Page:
Vince Lombardi famously opined, “Winning isn’t everything…it’s the only thing.” That’s a pithy and fitting philosophy for a coach to use to inspire his or her team to attain greater and greater success on the football field, but we collaborative divorce professionals know that it is not so useful when it is applied in the context of a divorcing couple.
It goes without saying that everybody wants to win. No one wants to lose, regardless of the undertaking or the endeavor in which one is engaged. We know intuitively from a very young age that winning is “good,” and that losing is “bad”. We all want our team to win, and we become frustrated and sometimes angry, when our team loses. We all know from following sports that when there is a winner, there is also a corresponding loser.
This concept of “winning” is ingrained in our being from an early age, and it has now saturated our culture. We want winners, not losers when we choose employees, … Read More ““I Just Need to Win”…How Collaborative Professionals Can Help Shift the Paradigm”
By Carol R. Hughes, Ph.D., LMFT, Child Specialist and Divorce Coach
“Children are like wet cement. Everything that falls on them leaves an impression.”
~ Dr. Haim Ginott, World Renowned Child Psychologist
Often married adults include as one of their New Year’s resolutions that they are going to “start a new life” by filing for divorce. For this reason, there is an increase in divorce filings in January. This is why January is National Child-Centered Divorce Awareness Month.
When parents file for divorce, how does it affect their children? It depends.
For decades, the research about children and divorce has indicated that children report that the news of their parents impending divorce and how their parents divorced made a lasting impression on them, even into their adulthood. Most parents want to prevent emotional and psychological damage to their children during and after divorce, but they do not know how to do so.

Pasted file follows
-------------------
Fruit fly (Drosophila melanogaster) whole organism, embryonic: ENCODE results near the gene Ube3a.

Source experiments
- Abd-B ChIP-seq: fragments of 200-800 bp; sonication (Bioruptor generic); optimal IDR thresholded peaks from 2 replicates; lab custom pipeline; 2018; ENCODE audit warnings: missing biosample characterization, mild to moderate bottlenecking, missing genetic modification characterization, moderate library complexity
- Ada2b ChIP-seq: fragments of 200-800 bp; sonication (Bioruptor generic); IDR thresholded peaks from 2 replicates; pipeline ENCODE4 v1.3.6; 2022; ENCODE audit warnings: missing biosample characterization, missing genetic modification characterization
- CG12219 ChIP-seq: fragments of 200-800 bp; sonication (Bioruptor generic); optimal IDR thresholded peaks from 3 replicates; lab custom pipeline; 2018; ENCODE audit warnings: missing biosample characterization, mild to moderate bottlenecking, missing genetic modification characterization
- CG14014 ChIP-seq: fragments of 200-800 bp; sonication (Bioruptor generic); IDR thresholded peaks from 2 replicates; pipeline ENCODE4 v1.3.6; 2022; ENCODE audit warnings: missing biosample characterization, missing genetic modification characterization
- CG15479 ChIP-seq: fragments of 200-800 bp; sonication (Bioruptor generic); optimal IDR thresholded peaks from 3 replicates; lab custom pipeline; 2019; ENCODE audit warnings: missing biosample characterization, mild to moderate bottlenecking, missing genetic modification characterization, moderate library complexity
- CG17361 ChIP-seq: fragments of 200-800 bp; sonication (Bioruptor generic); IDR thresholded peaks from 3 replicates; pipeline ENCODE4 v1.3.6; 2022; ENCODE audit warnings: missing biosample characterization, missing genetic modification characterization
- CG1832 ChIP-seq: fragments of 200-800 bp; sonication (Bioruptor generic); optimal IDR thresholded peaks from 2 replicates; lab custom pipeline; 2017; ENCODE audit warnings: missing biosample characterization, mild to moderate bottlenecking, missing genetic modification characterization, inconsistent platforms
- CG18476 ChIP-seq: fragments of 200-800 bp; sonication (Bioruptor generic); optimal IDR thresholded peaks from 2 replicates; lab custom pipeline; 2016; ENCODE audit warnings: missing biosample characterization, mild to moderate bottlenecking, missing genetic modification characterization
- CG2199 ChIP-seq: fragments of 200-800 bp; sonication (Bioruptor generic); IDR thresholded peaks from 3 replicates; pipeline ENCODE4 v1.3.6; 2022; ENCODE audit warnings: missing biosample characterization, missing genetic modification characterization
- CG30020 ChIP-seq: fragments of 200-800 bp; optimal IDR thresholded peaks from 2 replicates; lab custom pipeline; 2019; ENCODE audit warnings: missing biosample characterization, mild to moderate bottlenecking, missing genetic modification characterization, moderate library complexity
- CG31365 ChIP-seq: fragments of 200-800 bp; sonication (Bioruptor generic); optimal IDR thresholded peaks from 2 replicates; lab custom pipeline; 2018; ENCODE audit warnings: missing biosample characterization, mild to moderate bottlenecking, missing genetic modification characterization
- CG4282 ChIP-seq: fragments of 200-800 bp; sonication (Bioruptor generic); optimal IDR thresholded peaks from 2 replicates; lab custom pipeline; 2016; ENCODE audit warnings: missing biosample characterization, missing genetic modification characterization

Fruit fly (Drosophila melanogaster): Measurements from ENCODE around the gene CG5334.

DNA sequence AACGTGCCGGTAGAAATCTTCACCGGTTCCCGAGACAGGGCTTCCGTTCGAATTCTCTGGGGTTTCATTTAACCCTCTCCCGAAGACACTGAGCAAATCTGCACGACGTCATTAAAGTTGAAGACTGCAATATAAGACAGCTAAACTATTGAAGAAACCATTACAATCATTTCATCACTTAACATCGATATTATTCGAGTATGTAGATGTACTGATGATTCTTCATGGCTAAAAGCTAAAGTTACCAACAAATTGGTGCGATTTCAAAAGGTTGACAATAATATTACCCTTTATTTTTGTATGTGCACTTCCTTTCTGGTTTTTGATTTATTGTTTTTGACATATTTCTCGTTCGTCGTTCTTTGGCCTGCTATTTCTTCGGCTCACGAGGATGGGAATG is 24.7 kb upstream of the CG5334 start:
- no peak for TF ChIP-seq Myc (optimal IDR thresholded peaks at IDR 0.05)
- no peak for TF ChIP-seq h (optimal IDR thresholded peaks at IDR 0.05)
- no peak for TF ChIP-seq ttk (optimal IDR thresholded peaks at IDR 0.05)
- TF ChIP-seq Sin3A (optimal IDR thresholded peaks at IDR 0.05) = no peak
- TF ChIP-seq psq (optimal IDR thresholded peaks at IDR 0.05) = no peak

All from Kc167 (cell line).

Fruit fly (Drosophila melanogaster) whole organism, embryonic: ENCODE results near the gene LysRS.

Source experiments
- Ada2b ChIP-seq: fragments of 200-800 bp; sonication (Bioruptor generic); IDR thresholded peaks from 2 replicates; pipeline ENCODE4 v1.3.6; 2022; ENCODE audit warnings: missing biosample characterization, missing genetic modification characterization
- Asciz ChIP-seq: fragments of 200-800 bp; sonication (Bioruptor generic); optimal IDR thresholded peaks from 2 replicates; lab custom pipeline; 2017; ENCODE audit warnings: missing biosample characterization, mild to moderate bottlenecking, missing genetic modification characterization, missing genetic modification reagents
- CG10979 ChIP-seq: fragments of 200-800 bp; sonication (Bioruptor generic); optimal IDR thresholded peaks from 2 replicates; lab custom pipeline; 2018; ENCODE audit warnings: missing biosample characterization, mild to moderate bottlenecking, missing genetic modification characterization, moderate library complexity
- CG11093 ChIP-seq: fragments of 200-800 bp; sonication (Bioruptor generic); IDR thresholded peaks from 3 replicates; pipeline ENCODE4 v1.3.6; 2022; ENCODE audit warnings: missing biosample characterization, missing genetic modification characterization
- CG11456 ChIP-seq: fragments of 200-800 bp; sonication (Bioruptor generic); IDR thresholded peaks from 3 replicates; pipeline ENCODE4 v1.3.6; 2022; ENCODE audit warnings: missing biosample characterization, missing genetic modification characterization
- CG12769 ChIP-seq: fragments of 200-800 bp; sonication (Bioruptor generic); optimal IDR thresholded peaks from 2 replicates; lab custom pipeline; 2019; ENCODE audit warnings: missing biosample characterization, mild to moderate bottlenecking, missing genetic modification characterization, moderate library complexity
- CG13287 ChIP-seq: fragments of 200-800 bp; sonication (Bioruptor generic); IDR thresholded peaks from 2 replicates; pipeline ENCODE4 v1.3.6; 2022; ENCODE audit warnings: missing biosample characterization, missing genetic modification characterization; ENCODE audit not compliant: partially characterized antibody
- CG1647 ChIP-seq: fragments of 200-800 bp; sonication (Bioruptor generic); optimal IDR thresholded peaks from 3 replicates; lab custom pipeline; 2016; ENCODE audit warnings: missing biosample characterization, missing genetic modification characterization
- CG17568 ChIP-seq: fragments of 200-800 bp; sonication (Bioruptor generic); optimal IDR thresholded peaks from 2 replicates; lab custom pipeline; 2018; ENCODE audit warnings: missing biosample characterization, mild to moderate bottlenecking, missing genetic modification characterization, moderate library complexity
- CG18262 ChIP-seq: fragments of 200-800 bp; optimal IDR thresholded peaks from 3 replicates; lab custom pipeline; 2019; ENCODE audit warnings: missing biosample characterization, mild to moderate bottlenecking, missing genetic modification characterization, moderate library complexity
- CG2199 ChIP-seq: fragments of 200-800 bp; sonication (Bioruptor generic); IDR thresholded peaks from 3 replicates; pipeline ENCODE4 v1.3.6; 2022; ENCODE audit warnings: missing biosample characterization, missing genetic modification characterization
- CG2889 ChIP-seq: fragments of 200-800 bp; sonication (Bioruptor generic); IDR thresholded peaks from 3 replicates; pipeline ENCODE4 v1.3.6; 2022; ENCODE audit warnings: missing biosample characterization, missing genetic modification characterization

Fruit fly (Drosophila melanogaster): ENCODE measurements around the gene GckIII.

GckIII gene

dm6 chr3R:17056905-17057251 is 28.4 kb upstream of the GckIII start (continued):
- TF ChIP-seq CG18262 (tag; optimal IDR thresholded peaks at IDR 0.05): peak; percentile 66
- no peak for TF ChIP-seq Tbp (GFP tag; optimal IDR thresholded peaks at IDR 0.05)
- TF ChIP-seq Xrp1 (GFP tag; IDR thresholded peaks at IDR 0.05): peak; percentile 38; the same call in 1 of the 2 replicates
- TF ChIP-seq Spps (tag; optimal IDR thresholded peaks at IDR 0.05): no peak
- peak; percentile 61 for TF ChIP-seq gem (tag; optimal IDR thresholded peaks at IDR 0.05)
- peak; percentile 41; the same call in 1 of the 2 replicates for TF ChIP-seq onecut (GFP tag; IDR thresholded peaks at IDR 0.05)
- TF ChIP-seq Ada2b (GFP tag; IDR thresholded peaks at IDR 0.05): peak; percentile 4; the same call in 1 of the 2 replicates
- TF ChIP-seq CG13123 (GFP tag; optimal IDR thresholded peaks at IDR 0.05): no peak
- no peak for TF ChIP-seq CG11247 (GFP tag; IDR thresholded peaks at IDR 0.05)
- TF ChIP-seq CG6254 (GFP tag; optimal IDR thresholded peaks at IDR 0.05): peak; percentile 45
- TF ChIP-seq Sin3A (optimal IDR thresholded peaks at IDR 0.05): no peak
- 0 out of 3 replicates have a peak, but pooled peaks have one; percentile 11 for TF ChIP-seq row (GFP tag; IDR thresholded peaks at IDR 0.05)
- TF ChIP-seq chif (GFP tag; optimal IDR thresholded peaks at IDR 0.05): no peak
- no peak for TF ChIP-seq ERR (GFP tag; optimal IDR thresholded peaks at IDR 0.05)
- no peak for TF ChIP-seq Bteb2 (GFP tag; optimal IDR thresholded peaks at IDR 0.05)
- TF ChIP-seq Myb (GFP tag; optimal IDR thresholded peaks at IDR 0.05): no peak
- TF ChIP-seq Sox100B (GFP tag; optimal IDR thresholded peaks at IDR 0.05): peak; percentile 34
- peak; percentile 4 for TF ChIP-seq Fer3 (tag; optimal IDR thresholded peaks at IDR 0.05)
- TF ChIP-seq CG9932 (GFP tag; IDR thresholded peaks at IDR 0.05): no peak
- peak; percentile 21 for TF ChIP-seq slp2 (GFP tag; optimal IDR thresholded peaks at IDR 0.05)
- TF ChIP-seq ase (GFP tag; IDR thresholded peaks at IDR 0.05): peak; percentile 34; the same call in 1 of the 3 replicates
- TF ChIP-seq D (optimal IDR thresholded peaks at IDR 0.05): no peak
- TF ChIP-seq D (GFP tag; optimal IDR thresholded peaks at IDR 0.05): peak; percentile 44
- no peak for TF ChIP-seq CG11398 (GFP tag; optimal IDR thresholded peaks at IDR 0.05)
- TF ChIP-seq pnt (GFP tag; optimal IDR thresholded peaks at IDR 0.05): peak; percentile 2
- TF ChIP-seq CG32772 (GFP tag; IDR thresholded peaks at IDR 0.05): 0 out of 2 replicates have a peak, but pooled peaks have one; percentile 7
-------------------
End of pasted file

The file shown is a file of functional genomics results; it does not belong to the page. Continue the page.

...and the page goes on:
Divorce is the number one stressor for adults, second only to the death of a loved one. So, it is not surprising that divorcing parents find it difficult to be their best selves for the sake of their children. In fact, research has found that due to … Read More “January is National Child-Centered Divorce Awareness Month”
A recommended article written by Leslee J. Newman, Collaborative Attorney, Mediator, and Family Law Specialist
“A divorce with children who are not yet adults includes decisions regarding child support payment. In every state including California, there is a different formula to calculate child support. If divorcing parents go to court and request a judge to make the child support order, the statewide formula must be used to arrive at the amount of the support to be paid from one parent to the other. Find out how parents selecting an out-of-court process like collaborative divorce can create their own agreeable amount without going to court.”